These dreams are, in fact, so weighty we rarely forget them and ponder them frequently. Throughout our lives, a single holy dream can grow with us, developing its truth and unfolding its message as we mature spiritually. The worst thing we can do is rush to judgment or force a delicately nuanced verity along. Time lets the dream grow us. A holy dream, after all, holds a teaching or a parable, a story with a moral.
I find similarities in the dreams of those in religious, spiritual, or highly creative fields. Such people may share the ability to receive, recall, and quite easily use the wisdom and power contained in their dreams—holy or otherwise. Do such people dream more richly, understand more fully, and somehow invite spiritual dreams more easily than others? I believe so.
These “fruitful” dreamers are also more patient with ambiguity. They don’t try to force some linear, cookie-cutter answer. They intuitively recognize their need for rest and renewal. They carve out time for the regular recharging of mental batteries. They habitually daydream, putter, and are preoccupied with some idea, solution, or project in ways that free their thought processes.
Inventors, for example, are famous for utilizing their hypnagogic states (that delicate time between sleep and wakefulness) to invite dreams about their most enchanting projects. When the mind struggles for answers, we are absorbed, fully engaged. That’s a call Spirit hears.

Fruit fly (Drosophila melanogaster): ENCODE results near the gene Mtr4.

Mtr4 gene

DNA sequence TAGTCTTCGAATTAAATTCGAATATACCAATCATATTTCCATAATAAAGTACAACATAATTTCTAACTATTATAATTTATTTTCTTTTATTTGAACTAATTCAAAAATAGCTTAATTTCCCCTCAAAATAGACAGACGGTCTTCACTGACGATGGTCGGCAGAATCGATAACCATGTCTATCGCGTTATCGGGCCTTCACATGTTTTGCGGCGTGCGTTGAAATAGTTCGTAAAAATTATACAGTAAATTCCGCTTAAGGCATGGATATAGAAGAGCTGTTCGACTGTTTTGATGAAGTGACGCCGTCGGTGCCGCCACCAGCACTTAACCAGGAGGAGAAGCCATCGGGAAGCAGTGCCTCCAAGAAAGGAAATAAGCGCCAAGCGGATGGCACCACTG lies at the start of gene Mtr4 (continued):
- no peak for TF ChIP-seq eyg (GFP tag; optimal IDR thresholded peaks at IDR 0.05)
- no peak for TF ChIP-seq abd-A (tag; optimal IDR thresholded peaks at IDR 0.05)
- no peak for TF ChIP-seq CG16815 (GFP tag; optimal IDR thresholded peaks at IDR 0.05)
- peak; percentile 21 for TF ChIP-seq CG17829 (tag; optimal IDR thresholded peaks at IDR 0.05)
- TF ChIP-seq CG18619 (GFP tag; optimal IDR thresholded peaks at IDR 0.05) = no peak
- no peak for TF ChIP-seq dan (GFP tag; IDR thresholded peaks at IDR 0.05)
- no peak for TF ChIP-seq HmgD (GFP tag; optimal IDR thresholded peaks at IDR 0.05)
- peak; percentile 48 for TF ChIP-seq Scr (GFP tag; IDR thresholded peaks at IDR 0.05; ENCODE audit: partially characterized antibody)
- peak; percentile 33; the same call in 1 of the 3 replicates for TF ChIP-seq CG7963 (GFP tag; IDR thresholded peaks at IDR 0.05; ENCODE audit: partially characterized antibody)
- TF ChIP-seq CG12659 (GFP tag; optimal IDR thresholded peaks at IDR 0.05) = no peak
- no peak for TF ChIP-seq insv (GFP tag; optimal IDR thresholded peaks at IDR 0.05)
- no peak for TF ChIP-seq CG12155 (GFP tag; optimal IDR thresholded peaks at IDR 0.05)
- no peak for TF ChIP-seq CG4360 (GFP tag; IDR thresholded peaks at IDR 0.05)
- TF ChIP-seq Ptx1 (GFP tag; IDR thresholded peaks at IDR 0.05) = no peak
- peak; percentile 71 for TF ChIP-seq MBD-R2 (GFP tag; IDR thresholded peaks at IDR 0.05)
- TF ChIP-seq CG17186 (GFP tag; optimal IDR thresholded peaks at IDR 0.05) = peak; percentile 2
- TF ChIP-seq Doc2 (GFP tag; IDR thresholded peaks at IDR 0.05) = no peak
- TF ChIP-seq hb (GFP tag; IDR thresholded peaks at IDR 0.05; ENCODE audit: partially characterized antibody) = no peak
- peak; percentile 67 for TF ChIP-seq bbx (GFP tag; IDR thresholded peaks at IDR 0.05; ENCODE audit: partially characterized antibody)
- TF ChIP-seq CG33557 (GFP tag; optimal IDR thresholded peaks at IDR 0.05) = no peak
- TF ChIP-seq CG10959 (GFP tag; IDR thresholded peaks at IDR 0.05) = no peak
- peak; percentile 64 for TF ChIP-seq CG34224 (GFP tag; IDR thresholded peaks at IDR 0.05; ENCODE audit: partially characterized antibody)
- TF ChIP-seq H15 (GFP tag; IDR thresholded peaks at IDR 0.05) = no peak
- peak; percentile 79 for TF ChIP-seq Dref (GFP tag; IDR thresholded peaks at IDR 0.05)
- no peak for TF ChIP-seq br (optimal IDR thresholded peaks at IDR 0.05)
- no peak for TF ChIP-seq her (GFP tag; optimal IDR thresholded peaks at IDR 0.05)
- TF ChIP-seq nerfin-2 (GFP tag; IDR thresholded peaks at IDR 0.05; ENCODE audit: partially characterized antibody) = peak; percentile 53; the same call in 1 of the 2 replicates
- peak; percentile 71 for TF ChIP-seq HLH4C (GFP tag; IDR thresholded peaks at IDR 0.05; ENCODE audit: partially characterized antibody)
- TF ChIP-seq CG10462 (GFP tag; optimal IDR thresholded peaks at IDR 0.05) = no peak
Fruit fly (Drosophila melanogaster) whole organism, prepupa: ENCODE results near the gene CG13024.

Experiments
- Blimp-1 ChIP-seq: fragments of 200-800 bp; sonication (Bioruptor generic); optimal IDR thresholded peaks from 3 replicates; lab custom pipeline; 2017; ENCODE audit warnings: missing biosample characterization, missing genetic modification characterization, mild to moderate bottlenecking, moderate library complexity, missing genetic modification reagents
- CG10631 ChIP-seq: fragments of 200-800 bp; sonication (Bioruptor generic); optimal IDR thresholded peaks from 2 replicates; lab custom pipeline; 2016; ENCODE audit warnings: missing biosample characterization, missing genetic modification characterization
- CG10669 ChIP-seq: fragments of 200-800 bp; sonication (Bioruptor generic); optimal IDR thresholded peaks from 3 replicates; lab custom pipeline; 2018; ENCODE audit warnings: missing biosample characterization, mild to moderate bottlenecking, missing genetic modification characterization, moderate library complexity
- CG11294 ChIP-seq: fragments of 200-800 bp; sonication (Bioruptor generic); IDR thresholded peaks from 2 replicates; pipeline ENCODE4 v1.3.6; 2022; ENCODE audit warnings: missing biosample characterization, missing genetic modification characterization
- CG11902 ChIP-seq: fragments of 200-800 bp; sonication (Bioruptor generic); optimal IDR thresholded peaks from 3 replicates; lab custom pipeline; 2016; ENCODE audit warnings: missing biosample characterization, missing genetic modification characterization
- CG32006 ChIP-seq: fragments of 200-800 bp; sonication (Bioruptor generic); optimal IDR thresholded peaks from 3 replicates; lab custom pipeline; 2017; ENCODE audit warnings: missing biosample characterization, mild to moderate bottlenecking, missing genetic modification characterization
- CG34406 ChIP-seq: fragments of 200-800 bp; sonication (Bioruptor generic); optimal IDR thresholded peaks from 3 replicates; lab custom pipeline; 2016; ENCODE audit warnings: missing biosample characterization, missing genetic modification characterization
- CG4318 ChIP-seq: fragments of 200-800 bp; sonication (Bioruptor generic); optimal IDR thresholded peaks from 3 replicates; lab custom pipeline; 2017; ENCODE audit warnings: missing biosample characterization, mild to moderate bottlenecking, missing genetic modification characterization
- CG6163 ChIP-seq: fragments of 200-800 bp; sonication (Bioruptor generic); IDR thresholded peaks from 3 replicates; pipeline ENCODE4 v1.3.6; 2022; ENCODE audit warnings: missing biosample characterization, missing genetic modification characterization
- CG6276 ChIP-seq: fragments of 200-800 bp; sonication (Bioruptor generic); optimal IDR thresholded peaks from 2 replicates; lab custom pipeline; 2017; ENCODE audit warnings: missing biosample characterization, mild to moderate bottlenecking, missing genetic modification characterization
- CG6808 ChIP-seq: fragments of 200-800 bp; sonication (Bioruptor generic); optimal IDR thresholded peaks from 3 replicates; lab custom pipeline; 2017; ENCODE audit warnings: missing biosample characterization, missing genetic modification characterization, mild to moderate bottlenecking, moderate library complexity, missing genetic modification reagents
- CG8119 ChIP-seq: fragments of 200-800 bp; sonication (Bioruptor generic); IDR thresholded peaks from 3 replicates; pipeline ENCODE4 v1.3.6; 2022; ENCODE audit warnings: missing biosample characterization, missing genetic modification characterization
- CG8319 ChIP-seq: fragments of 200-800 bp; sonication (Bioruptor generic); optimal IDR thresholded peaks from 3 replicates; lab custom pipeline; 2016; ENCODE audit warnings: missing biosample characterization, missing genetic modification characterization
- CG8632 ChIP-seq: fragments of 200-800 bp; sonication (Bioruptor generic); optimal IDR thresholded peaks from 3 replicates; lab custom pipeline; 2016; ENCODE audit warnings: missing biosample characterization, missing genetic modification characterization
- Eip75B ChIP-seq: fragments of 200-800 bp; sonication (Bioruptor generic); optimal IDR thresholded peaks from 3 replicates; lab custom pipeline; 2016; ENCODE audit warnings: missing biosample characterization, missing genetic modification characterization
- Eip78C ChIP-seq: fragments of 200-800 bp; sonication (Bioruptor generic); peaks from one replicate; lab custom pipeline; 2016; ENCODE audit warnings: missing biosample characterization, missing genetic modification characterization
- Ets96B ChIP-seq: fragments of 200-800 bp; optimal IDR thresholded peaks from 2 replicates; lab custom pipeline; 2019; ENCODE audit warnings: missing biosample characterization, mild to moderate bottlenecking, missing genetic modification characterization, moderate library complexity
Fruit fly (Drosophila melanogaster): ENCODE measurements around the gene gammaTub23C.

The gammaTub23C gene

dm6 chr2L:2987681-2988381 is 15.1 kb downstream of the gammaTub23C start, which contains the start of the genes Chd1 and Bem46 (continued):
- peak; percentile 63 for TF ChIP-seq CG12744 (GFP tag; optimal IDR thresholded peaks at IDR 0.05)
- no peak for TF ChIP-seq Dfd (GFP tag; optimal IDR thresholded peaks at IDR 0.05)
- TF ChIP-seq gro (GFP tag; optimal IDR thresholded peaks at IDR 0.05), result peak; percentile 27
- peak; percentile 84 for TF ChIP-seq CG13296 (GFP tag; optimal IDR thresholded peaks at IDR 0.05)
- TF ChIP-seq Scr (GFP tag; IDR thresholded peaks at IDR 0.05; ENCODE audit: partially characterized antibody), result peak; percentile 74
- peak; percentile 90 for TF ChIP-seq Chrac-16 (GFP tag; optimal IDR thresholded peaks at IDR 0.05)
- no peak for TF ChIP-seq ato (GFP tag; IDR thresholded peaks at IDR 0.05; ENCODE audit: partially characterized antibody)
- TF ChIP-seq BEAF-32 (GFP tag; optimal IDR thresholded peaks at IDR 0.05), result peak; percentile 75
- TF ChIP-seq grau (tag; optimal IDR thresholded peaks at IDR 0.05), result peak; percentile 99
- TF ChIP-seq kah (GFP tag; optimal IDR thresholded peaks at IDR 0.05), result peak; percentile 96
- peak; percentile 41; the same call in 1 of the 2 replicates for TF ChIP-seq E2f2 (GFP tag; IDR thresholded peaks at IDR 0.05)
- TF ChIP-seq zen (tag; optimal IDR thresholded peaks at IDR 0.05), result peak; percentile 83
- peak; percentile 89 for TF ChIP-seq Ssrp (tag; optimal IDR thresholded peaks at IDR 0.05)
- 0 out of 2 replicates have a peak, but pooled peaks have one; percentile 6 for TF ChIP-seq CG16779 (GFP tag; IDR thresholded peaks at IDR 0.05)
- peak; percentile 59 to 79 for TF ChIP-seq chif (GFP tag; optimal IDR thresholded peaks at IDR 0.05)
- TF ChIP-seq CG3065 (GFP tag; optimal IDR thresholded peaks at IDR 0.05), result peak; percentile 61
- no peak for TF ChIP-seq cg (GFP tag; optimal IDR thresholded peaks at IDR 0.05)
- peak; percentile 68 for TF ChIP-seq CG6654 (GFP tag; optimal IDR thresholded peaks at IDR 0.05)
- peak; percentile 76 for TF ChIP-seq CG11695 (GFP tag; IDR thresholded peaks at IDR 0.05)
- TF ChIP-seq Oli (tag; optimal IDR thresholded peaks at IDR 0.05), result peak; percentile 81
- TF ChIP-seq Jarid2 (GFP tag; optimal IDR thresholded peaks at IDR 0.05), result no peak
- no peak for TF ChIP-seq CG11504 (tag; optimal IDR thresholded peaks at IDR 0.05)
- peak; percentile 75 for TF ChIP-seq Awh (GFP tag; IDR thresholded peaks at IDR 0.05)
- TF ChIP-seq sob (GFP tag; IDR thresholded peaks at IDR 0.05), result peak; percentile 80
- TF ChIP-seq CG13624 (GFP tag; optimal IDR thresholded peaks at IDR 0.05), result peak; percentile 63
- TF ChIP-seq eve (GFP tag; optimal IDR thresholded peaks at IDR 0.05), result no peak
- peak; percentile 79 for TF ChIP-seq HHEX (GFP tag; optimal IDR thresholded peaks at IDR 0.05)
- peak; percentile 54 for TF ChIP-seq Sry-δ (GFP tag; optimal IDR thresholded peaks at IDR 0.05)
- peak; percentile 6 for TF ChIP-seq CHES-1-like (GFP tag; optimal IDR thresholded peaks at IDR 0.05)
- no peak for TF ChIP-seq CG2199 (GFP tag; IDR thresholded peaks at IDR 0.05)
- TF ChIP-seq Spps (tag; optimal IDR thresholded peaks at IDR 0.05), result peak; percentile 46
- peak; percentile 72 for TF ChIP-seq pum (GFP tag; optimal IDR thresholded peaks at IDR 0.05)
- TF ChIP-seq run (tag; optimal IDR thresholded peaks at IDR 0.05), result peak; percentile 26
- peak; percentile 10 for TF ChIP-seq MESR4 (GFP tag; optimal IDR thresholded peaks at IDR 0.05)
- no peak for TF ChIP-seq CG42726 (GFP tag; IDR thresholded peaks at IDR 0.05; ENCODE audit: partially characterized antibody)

Decoding Holy Dreams
Holy dreams reflect God’s word, plan, and purposes for our lives.
People of all ages and backgrounds report having grief, cautionary, healing, or directing dreams. Children often tell of angels bringing them inspiration in dreams. The Bible reveals some such dreams are prophetic. It’s said Abraham Lincoln dreamt of his death a few days before he was shot, although most dreams of dying can symbolize some type of personal transformation. The holy dream simply accentuates what’s for us.
Some feel infused with creative power and wisdom after such dreams. Saint John Bosco, for example, learned of his vocation through his holy dreams in which the Virgin Mary, angels, and other saintly figures appeared to guide him toward his calling. Throughout his life, he recorded his most revealing dreams and taught their morally elevating lessons to his students.
So how might we crack the code of vital directives?
Dreams, whether usual or holy, speak to us in symbolic language—just like scripture. A tree might represent a person; a dove may represent Spirit; a lamp could signify understanding, and so on. When we wake up in the morning, it’s best to jot down a note about any significant dream—not to check our cell phones until after we’ve written a sentence or two about it in a journal or on a scrap of paper.
That practice can help us remember a fleeting but significant symbol, story, or even a color scheme in our dream. Later, the salient bits may return to us. Talking with trusted, qualified others—our pastor, rabbi, spiritual director, or worthy spiritual companions—can sometimes reveal a dream’s special message.
Throughout our lives, a single holy dream can grow with us, developing its truth and unfolding its message as we mature spiritually.